Health Professionals Service Program

The Health Professionals Service Program (HPSP) is designed to protect the public, as well as to help licensed health care professionals practice safely.  Conditions that may be eligible include physical health conditions, mental health conditions, and substance use disorders or combinations thereof.

What do you, as a psychologist need to know?  If you are concerned about a colleague who is not acting like themselves, is struggling either suddenly or having an episodic set of performance difficulties at work with technical items, impaired clinical decision making, or poor impulse control, you may be interested in engaging with the HPSP.  These performance difficulties are of more concern especially paired with tardiness, erratic behaviors of other types, or perhaps charting, email or phone messages that are of great concern.  You could fulfill your ethical obligation, if you decide you need to make a report, by reporting that professional to HPSP rather than to the licensing board of that professional.  If said behavior is due to a health condition and HPSP has jurisdiction, this could allow the person to get evaluation, proper treatment for whatever condition or conditions are present, and the monitoring necessary to ensure safe practice.  If HPSP has to turn the person or case over to the proper board, they surely will; however, it helps with proper triage of conditions to allow HPSP to provide this very important service.

Just as the public would not want a dentist, for example, to be practicing with a serious hand tremor which could impact where Novocaine or drilling occurred, specific licensed health care professions have some special needs and risks.  We as the public expect to have professionals who are in reasonable health, or ones who are doing what they need to be doing to address the health concerns that may arise.  Professionals such as nurses, pharmacists, and physicians have higher risk factors with certain medication access, in that as a job requirement many times they are in close contact with and utilizing such substances daily.  Of course, everyone has access to alcohol, any street drugs, or the possibility of misuse of medication (that was prescribed for one person or condition but used for another or by another, higher dosages than directed, and so forth).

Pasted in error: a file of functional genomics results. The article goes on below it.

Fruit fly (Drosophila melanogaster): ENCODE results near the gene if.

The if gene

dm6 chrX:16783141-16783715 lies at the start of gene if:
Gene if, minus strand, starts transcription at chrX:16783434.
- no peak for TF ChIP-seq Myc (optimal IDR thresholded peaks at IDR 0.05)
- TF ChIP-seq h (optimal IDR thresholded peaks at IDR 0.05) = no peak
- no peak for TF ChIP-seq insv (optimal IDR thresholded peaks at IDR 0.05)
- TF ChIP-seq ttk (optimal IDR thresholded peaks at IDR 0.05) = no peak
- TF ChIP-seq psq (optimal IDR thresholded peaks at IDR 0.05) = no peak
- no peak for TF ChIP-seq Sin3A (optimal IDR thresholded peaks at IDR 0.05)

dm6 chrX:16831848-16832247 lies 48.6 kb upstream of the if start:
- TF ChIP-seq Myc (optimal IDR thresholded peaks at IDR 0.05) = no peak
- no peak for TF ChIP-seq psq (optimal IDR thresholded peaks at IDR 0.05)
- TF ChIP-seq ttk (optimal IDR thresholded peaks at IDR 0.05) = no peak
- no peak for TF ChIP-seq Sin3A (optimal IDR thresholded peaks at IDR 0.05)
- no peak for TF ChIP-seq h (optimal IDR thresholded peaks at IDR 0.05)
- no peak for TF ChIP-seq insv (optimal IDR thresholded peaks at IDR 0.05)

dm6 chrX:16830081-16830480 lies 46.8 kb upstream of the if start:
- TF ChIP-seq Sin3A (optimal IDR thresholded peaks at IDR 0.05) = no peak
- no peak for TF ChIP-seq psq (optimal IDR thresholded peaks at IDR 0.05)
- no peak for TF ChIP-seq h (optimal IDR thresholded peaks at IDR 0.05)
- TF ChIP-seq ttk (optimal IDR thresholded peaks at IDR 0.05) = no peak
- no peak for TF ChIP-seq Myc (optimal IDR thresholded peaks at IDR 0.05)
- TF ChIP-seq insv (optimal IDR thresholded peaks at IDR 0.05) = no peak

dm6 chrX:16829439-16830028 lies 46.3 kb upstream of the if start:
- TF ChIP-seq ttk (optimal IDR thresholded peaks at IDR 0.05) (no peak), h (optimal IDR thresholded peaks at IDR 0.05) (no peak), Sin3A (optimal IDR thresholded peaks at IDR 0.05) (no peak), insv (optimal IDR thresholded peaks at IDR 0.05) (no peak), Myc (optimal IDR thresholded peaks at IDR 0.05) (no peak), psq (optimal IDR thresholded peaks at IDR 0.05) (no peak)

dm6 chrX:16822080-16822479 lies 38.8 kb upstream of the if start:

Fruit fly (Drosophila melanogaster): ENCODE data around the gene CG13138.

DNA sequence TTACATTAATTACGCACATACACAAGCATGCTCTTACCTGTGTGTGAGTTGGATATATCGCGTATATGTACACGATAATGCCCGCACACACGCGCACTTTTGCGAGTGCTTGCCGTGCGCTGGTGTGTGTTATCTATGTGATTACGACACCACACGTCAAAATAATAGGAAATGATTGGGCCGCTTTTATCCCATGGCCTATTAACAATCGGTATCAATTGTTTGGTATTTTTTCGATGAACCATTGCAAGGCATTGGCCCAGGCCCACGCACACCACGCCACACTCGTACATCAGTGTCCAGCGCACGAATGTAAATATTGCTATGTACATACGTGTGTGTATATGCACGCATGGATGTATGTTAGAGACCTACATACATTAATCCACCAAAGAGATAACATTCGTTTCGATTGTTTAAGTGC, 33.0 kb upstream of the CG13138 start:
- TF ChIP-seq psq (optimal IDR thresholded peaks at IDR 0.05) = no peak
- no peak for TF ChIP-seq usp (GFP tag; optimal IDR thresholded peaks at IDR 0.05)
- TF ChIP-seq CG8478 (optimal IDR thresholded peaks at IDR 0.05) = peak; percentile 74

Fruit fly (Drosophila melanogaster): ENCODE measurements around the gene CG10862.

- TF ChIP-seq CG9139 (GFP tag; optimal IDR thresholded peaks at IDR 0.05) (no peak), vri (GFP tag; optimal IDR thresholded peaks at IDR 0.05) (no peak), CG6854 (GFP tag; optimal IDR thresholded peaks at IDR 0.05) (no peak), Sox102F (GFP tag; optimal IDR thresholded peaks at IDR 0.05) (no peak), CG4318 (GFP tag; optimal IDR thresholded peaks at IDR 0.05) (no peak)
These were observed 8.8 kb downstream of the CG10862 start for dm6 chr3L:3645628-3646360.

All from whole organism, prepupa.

What happens?  Well, you could check out the HPSP website which has sections for how to make a report, as well as information for quarterly reports for treatment professionals and for the work site monitor.  People have individualized assessments by professionals in whichever field, and to retain a professional license may choose to be monitored by HPSP for some period of time to ensure safe practice.  Boards may refer people to HPSP, people may be referred by others, or individuals may self-refer.

Lois Cochrane Schlutter, PhD, LP, CCDPD has been MPA’s representative to the HPSP Advisory Board for a number of years.  She has credentials in two of the three areas, and considers it a great honor to serve psychology and MPA.  Dr. Schlutter has APA special certification in alcohol and substance use disorders, as well as a co-occurring chemical dependency professional diplomate certification. Additionally, she owns businesses, practices, and supervises in these areas.

Share this post:

Comments on "Health Professionals Service Program"

Comments 0-5 of 0

Please login to comment

Diversity Statement

The Minnesota Psychological Association actively encourages the participation of all psychologists regardless of age, creed, race, ethnic background, gender, socio-economic status, region of residence, physical or mental status, political beliefs, religious or spiritual affiliation, and sexual or affectional orientation.Although we are an organization of individuals from diverse cultures and backgrounds, the Minnesota Psychological Association also recognizes our core unifying identities as Psychologists who practice in America. We also recognize that we may hold unintentional attitudes and beliefs that influence our perceptions of and interactions with others. Within this context of unity and self-exploration, we are committed to increasing our sensitivity to all aspects of diversity as well as our knowledge and appreciation of the unique qualities of different cultures and backgrounds.We aspire to becoming alert to aspects of diversity, previously unseen or unacknowledged in our culture. In this spirit, we are committed to collaborating with multicultural groups to combat racism and other forms of prejudice as we seek to promote diversity in our society. To this end, we are dedicated to increasing our multicultural competencies and effectiveness as educators, researchers, administrators, policy makers, and practitioners.